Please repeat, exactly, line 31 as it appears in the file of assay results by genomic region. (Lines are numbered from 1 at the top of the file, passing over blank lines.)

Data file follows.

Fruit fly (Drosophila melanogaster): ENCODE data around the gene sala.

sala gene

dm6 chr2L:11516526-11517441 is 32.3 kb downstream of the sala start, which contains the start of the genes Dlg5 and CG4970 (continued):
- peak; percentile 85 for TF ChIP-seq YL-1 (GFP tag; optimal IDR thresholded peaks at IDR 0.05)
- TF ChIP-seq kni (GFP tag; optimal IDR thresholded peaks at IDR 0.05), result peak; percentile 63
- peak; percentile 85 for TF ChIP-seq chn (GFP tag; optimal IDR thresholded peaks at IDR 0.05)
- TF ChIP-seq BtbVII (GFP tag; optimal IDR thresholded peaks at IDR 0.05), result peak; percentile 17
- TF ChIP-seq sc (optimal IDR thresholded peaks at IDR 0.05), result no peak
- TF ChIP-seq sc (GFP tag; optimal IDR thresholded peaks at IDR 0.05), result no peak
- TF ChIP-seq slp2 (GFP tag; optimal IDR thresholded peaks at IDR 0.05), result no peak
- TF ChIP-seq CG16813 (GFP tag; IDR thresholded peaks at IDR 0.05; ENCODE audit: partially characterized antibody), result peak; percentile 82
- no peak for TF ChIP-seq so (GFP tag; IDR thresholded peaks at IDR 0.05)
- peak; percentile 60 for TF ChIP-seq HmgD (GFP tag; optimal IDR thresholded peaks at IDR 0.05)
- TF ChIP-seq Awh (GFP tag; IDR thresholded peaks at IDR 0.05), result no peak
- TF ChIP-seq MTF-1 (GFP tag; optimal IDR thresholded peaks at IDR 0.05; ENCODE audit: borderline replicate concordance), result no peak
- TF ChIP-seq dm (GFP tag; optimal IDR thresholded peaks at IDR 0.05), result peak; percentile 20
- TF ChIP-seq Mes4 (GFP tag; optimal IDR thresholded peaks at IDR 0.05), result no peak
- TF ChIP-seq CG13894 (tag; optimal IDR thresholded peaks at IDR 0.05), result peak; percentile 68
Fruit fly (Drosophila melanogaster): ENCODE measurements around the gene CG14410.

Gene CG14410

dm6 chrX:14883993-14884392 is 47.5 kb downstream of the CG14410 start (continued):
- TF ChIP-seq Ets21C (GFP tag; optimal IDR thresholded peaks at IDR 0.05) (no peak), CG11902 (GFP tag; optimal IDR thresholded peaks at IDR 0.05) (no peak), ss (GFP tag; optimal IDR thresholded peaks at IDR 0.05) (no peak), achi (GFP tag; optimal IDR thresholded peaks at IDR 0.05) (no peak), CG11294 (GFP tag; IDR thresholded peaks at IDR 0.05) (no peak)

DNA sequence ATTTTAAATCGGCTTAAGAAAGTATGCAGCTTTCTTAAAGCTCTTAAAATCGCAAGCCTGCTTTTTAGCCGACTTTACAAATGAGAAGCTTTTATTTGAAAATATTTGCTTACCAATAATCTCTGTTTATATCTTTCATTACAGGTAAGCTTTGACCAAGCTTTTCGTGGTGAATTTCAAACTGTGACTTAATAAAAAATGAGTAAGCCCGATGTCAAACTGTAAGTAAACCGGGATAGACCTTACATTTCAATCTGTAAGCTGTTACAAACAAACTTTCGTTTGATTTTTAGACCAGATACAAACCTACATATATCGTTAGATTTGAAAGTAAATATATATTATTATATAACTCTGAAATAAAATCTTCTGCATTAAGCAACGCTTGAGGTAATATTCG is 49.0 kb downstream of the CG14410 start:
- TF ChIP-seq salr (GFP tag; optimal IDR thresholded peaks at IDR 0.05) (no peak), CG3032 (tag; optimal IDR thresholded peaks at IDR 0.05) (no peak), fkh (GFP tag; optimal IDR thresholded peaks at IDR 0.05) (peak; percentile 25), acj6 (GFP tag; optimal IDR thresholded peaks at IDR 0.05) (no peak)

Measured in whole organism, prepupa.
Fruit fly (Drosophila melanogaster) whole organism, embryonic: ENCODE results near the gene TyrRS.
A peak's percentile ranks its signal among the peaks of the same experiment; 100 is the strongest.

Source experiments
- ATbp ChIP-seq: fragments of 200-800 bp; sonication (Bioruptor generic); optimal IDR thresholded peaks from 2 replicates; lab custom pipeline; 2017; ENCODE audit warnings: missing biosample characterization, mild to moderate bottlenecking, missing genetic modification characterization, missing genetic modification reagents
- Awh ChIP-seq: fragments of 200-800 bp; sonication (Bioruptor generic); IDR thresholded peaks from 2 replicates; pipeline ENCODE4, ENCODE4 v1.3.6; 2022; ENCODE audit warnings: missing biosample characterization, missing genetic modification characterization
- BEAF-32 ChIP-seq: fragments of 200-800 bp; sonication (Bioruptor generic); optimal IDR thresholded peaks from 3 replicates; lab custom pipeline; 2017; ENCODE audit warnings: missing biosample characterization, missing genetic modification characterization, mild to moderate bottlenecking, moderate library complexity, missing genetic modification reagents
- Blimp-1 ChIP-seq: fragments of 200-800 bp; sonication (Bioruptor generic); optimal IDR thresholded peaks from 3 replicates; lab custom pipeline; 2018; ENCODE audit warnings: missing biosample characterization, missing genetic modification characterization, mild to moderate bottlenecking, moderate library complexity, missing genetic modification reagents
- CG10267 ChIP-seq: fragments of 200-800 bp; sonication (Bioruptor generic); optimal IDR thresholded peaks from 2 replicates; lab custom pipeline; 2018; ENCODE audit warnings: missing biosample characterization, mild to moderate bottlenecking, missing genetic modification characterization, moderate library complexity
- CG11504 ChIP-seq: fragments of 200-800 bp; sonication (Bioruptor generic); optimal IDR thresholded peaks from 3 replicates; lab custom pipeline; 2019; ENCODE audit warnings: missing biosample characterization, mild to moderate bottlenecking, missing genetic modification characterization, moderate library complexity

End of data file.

- BEAF-32 ChIP-seq: fragments of 200-800 bp; sonication (Bioruptor generic); optimal IDR thresholded peaks from 3 replicates; lab custom pipeline; 2017; ENCODE audit warnings: missing biosample characterization, missing genetic modification characterization, mild to moderate bottlenecking, moderate library complexity, missing genetic modification reagents